Secret use

Secrets should be used for a single purpose. Reusing secrets across different applications or services increases the potential for exposure and increases the impact if the secrets are compromised.

To reduce the potential for exposure or malicious activity, access to secrets should be controlled with the principle of least privilege in mind. Access should only be granted to the individuals or services that require such access in order to support their work and operational activities.

How does GitLab support secret use?

GitLab provides administrators with a strong role-based access control model and also offers the ability to create custom roles, thereby allowing administrators to align access profiles with their organizational standards and risk tolerance.

GitLab also allows users to perform secret detection to check for unintentionally committed secrets and credentials. GitLab Ultimate users can enforce automatic responses to leaked secrets, such as revoking the secret, to mitigate the impact of leaked credentials.


Access and use of secrets should be auditable and attributable. In an ideal scenario, individuals would not have access to view secrets in plaintext, but the state of a company's operations are not always ideal.

Auditable and attributable secret management allows security teams to monitor for anomalous or malicious activity, and quickly respond to such activity through automated and manual intervention.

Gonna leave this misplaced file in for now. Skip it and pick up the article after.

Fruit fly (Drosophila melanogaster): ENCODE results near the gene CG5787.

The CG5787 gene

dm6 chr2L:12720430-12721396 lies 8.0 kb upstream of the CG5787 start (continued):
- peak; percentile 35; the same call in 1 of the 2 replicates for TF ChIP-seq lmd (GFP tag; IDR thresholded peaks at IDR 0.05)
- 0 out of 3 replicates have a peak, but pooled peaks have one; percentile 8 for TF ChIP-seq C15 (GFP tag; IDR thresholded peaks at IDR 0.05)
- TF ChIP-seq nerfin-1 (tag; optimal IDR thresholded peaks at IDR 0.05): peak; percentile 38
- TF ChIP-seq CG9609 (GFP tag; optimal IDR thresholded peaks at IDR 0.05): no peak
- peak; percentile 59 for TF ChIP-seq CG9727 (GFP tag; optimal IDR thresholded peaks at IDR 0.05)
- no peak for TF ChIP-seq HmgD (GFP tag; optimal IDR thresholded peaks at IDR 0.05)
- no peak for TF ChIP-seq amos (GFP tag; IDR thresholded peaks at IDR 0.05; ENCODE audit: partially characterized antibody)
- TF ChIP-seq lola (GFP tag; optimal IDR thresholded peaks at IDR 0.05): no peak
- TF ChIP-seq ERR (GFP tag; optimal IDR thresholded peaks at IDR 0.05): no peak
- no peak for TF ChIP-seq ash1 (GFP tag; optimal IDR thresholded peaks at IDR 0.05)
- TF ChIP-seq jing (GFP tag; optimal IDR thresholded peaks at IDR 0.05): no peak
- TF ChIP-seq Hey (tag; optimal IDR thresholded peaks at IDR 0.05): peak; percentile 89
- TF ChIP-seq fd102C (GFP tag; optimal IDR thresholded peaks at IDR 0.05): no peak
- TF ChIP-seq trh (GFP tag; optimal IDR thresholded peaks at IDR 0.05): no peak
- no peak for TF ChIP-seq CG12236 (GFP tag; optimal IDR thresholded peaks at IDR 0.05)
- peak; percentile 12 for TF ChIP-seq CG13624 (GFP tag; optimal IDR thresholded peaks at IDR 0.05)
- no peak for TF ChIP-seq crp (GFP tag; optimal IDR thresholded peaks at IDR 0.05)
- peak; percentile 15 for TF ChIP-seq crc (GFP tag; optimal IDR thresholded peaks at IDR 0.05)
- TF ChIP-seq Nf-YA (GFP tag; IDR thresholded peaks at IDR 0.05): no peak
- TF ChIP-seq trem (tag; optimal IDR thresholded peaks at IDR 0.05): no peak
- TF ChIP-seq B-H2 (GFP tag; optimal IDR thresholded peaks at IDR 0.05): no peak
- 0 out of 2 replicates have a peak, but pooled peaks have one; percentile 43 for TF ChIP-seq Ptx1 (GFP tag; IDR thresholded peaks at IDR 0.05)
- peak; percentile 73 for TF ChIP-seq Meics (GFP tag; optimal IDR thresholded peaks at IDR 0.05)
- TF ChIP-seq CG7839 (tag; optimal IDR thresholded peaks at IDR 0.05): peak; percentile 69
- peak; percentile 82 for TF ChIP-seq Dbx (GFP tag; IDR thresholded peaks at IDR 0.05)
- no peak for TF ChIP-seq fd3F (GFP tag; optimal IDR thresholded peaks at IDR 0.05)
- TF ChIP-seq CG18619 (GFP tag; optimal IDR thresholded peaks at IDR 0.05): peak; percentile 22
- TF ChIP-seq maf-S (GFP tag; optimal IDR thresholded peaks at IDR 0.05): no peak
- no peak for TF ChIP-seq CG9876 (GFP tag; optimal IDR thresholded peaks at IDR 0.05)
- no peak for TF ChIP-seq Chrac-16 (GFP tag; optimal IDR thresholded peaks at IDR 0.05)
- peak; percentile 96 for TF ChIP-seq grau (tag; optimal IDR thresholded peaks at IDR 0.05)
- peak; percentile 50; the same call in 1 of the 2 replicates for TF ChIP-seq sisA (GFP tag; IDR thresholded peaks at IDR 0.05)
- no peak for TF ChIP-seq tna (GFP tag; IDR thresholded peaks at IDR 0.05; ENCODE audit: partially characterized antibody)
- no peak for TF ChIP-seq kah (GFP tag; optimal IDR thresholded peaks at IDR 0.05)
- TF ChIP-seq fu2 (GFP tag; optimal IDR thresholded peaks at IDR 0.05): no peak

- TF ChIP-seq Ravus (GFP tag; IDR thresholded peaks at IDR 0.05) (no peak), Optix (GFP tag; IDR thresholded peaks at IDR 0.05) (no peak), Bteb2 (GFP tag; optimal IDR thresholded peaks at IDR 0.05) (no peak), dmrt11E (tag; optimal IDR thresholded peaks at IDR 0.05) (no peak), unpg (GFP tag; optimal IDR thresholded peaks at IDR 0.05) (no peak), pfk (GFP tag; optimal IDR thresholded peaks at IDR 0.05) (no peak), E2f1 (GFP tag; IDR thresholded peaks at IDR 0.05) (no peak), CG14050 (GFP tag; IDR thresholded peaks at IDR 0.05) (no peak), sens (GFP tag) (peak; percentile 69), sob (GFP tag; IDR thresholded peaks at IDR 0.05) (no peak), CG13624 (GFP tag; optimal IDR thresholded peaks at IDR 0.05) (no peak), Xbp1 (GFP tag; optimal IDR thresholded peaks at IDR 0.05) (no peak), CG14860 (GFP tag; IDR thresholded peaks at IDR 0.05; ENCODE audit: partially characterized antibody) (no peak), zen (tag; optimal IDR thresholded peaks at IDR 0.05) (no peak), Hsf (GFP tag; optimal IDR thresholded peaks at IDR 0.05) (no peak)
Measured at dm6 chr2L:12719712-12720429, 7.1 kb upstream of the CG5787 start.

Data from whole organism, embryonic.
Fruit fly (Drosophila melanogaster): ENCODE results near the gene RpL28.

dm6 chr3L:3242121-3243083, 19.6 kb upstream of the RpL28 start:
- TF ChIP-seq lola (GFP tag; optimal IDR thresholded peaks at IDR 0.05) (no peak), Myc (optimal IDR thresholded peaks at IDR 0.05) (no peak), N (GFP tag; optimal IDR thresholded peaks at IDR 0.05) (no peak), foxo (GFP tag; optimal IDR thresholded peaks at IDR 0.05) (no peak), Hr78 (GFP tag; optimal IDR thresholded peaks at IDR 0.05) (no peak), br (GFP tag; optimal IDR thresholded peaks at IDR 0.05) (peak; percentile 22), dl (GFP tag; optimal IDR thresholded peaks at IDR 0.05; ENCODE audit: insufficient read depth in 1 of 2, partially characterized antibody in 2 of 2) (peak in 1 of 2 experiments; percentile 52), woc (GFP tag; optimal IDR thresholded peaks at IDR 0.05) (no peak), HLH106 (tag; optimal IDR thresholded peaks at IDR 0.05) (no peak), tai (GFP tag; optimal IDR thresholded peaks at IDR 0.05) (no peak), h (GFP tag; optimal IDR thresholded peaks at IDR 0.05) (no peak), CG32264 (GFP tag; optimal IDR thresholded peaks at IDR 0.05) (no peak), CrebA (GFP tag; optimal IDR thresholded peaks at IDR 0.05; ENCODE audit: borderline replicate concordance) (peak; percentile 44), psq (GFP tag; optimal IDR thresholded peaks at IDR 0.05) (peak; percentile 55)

How does GitLab support auditability?

GitLab's audit events capture activities related to tokens and keys that are created within GitLab. Some examples include:

  • personal access token events
  • deploy token events
  • cluster agent token events

These activities are saved to the database and are also available for audit event streaming for GitLab Ultimate customers.

Upcoming: GitLab Secret Manager

GitLab plans to launch a native secret management experience in late 2024. GitLab Secret Manager is a multi-tenant, cloud-based solution and will be accessible to both and self-managed customers via our Cloud Connector service. This new service offers an easy-to-use interface, consistent with the current CI/CD variables interface, making adoption easier than a third-party product with a minimal learning curve. The GitLab Secret Manager will ensure the security and protection of sensitive information in your CI pipelines.

For more information or questions about GitLab Secret Manager, please visit our MVC epic and leave a comment.

Disclaimer: This blog contains information related to upcoming products, features, and functionality. It is important to note that the information in this blog post is for informational purposes only. Please do not rely on this information for purchasing or planning purposes. As with all projects, the items mentioned in this blog and linked pages are subject to change or delay. The development, release, and timing of any products, features, or functionality remain at the sole discretion of GitLab.